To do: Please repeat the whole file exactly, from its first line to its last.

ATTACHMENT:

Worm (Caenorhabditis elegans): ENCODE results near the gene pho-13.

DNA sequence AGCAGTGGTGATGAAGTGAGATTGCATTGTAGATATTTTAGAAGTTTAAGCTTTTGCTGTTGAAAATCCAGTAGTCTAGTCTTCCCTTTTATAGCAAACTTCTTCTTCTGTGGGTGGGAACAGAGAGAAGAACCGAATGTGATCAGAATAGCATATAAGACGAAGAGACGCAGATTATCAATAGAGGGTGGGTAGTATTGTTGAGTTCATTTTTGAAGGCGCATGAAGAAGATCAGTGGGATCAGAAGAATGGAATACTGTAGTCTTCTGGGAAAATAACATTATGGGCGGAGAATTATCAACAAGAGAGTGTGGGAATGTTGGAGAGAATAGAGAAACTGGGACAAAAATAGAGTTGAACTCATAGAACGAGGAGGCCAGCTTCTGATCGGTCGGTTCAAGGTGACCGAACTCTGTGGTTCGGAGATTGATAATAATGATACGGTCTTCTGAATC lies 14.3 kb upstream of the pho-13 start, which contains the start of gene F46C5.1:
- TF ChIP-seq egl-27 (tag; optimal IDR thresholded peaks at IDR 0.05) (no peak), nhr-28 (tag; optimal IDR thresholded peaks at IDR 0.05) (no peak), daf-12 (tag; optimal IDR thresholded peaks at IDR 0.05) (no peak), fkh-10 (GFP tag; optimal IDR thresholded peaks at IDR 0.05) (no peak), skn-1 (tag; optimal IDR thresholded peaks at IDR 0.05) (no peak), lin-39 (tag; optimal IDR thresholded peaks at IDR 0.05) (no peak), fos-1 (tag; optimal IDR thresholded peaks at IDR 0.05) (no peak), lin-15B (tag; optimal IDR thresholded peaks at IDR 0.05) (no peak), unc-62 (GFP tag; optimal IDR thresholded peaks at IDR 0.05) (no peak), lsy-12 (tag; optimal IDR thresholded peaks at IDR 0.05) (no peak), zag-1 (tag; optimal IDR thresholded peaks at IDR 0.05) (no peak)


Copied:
Worm (Caenorhabditis elegans): ENCODE results near the gene pho-13.

DNA sequence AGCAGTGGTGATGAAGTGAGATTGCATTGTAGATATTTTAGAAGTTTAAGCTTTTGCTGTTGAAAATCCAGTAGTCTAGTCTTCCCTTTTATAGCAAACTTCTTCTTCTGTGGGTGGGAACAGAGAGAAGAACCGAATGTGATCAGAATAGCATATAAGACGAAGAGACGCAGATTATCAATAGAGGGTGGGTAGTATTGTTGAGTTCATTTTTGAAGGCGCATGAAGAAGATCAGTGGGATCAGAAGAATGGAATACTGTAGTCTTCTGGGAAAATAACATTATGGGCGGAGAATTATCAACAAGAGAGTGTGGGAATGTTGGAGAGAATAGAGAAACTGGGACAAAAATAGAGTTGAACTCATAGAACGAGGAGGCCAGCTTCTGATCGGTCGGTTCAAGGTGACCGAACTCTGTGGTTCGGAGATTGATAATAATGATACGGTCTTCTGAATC lies 14.3 kb upstream of the pho-13 start, which contains the start of gene F46C5.1:
- TF ChIP-seq egl-27 (tag; optimal IDR thresholded peaks at IDR 0.05) (no peak), nhr-28 (tag; optimal IDR thresholded peaks at IDR 0.05) (no peak), daf-12 (tag; optimal IDR thresholded peaks at IDR 0.05) (no peak), fkh-10 (GFP tag; optimal IDR thresholded peaks at IDR 0.05) (no peak), skn-1 (tag; optimal IDR thresholded peaks at IDR 0.05) (no peak), lin-39 (tag; optimal IDR thresholded peaks at IDR 0.05) (no peak), fos-1 (tag; optimal IDR thresholded peaks at IDR 0.05) (no peak), lin-15B (tag; optimal IDR thresholded peaks at IDR 0.05) (no peak), unc-62 (GFP tag; optimal IDR thresholded peaks at IDR 0.05) (no peak), lsy-12 (tag; optimal IDR thresholded peaks at IDR 0.05) (no peak), zag-1 (tag; optimal IDR thresholded peaks at IDR 0.05) (no peak)